During April 2014, seven Australian amateur astronomers from Macarthur Astronomical Society (MAS) travelled from Sydney to Chile and Peru. Our aim was to visit some of the largest radio and optical telescope installations in the world, and these installations are not normally open to visitors. Given their basic requirements of clear dry air, lack of city light and radio quietness, the high Atacama Desert is the place to put them. Oh... and what a place.
Landing in Chile's capital, Santiago, we immediately flew on to La Serena, a medium-sized city on the coast a few hundred kilometres north. Over the next few days we used it as a base and drove on unfamiliar bitumen and dirt roads, on the wrong side of the road to us, to several major telescope complexes. These observatories (Las Campanas, Magellan South, La Silla) are high up on the Atacama Desert plateau and house a number of large and medium-scale telescopes, each specialising in their own branch of astronomy. At these altitudes (around 3,000m) the sky is a dark, dark blue as it trails off into the upper atmosphere and the donkeys speak Spanish. Sunsets are, predictably, utterly spectacular.
Back from La Serena, we flew back to Santiago and then on again to the city of Antofagasta even further north, to visit several more installations including ALMA (Atacama Large Millimeter/submillimeter Array) and VLT (Very Large Telescope) Paranal - familiar to many as the set for the James Bond movie "Quantum of Solace".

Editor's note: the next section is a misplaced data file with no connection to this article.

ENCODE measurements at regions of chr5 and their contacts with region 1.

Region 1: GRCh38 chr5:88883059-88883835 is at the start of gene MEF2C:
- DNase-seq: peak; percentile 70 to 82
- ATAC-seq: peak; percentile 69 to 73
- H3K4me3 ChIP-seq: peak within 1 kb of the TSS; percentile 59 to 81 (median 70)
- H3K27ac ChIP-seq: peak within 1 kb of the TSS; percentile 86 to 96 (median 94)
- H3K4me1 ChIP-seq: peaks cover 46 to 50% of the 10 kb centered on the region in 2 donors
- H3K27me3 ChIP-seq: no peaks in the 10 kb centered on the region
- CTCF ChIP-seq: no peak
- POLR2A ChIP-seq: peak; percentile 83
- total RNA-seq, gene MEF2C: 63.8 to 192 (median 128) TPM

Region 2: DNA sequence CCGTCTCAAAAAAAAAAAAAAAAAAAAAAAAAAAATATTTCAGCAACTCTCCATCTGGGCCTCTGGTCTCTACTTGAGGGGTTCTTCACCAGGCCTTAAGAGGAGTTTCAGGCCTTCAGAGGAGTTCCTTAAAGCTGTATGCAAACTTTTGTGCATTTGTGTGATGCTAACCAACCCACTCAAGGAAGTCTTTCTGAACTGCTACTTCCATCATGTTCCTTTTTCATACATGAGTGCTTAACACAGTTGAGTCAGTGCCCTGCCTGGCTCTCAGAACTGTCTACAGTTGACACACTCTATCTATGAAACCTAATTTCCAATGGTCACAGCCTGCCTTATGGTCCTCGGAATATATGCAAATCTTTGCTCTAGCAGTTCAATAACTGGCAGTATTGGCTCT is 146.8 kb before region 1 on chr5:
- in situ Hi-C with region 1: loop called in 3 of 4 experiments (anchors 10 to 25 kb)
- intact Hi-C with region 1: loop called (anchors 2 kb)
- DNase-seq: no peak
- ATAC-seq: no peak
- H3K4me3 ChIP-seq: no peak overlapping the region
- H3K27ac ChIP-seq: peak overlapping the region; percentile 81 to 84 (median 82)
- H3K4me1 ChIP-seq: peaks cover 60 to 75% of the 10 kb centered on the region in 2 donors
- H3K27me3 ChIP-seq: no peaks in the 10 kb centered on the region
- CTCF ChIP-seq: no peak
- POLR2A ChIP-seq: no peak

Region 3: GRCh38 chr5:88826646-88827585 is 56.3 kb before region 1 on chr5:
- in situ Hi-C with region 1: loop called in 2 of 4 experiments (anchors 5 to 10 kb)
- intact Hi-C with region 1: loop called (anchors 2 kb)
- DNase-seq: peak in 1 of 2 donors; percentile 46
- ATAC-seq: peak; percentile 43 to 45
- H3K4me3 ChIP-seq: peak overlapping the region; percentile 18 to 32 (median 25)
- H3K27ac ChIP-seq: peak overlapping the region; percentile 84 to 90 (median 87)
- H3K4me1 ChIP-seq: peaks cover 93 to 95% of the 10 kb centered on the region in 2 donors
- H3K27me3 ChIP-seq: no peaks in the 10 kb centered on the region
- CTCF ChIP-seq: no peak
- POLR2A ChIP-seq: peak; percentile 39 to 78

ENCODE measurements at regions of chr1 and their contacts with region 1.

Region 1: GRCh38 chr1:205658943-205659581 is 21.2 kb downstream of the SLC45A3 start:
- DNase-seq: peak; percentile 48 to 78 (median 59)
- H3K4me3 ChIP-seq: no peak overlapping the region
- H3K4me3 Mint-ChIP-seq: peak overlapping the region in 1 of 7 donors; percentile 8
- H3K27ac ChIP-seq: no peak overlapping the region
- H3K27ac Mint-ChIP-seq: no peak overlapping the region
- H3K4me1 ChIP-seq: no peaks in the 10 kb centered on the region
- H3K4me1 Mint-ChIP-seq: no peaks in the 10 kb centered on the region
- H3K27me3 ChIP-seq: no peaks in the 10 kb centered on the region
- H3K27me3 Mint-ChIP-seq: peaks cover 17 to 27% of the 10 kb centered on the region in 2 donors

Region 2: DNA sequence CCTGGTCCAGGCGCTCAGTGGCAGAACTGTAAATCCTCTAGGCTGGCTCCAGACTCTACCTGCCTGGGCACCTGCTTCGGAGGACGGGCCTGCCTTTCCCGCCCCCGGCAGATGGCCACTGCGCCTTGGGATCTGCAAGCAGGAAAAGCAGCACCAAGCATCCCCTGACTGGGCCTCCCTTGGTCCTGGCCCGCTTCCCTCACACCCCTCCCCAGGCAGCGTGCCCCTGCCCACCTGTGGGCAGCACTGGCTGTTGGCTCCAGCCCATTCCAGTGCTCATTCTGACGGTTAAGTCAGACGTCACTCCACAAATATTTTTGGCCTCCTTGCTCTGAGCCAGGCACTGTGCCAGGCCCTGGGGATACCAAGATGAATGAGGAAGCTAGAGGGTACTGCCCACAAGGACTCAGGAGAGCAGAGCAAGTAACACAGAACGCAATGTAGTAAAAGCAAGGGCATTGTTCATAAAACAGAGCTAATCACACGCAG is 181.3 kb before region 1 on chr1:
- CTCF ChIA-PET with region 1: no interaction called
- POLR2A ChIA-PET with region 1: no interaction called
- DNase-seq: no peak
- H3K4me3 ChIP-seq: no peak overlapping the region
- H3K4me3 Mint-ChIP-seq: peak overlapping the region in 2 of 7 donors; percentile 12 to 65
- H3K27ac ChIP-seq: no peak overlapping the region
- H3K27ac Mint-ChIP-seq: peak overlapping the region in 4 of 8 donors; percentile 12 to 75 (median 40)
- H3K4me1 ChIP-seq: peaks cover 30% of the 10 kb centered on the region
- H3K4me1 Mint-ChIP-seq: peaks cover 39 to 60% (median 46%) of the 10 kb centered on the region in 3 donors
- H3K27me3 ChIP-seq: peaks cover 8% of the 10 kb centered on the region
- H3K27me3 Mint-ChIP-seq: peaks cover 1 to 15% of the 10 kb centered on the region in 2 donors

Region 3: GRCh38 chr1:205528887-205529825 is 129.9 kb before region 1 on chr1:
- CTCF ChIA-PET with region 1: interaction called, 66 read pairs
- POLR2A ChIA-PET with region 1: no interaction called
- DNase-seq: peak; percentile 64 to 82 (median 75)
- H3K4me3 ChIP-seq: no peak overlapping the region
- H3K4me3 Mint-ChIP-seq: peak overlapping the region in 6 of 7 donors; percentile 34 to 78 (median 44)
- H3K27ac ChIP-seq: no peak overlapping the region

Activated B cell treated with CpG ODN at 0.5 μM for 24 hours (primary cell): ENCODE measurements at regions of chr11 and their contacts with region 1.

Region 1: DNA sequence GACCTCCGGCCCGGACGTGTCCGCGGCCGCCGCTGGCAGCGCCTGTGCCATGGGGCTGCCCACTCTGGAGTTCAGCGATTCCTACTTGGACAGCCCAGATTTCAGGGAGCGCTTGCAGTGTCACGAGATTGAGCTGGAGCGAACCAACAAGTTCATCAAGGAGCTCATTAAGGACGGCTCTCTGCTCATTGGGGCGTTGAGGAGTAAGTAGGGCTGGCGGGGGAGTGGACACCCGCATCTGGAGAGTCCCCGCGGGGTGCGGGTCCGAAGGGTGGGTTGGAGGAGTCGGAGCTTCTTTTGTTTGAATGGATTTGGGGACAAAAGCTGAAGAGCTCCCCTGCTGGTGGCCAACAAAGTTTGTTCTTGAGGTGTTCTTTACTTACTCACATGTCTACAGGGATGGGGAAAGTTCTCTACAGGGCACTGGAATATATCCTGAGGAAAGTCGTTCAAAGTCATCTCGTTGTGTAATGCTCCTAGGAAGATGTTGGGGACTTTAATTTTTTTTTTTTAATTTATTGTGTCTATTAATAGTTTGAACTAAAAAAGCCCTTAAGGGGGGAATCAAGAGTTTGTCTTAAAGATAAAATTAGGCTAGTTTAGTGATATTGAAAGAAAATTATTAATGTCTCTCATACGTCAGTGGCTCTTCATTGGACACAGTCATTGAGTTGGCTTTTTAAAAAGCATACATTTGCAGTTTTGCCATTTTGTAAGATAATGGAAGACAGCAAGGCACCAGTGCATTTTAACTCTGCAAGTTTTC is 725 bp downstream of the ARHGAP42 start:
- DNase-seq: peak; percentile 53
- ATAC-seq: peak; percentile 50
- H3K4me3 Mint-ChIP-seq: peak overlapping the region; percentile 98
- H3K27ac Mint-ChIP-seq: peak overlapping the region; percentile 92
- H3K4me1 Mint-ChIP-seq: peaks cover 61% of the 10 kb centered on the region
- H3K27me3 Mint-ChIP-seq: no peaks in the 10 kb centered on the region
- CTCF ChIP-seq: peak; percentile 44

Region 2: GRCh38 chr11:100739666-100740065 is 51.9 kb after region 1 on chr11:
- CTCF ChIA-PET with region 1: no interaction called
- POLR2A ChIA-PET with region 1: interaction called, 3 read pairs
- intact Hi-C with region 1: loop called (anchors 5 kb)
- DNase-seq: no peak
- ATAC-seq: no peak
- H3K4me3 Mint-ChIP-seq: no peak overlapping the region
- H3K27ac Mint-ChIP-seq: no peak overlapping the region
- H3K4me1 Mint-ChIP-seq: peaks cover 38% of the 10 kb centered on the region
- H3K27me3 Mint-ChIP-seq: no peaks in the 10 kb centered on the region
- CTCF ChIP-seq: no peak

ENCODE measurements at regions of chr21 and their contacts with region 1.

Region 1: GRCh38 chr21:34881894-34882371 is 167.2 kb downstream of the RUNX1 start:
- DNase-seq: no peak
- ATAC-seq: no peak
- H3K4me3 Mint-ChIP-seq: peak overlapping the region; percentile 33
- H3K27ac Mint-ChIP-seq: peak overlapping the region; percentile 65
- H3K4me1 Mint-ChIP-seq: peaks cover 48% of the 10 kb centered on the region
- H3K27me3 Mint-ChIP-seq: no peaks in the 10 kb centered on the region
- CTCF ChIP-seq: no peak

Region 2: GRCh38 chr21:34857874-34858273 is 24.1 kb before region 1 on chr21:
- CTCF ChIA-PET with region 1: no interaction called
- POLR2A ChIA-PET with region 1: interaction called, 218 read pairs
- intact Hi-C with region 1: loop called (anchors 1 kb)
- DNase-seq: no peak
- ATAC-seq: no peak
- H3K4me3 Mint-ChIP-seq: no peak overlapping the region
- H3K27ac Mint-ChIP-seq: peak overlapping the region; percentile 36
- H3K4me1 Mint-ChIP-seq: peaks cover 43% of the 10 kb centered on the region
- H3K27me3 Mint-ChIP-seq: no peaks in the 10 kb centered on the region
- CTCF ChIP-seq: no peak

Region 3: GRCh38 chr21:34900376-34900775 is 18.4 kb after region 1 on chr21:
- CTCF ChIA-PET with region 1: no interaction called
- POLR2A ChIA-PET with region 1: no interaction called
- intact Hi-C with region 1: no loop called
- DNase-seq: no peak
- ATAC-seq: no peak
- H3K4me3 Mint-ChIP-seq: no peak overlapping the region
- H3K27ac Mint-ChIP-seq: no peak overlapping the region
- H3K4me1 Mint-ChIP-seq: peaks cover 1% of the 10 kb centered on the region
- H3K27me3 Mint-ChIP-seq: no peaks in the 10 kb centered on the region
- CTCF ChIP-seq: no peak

Having our fill of huge telescopes and lots of science talk later, we flew on to Peru - first in to the capital Lima and then straight out to the items on all of our respective bucket lists, Cusco and Machu Picchu. We rode the fabled luxury train, the "Hiram Bingham", to Machu Picchu. If you get the chance, just do it.
Leaving Machu Picchu and the magic of towns of Pisac and Ollantaytambo within the Sacred Valley of the Incas behind, we return to Cusco and fly straight back to Lima for a day, touring the old city.
After nearly two weeks of constant airline and car travel, we finally end up back where we started our journey within Chile and Peru - the city of ultimate juxtaposition between old and ultra modern - Santiago. It's a beautiful place, the best of Sydney and Melbourne rolled into one - with the skiable areas within the Andes range just close by. Simply stunning.
For those people kind enough to take an interest in this trip of our, I'd like to present a short 17 minute video of the entire thing - end to end. It was great having my trusty Sony RX1R along to the ride, it was the "go-to" camera for most of the trip as it stayed mainly in a coat pocket. Small is nice.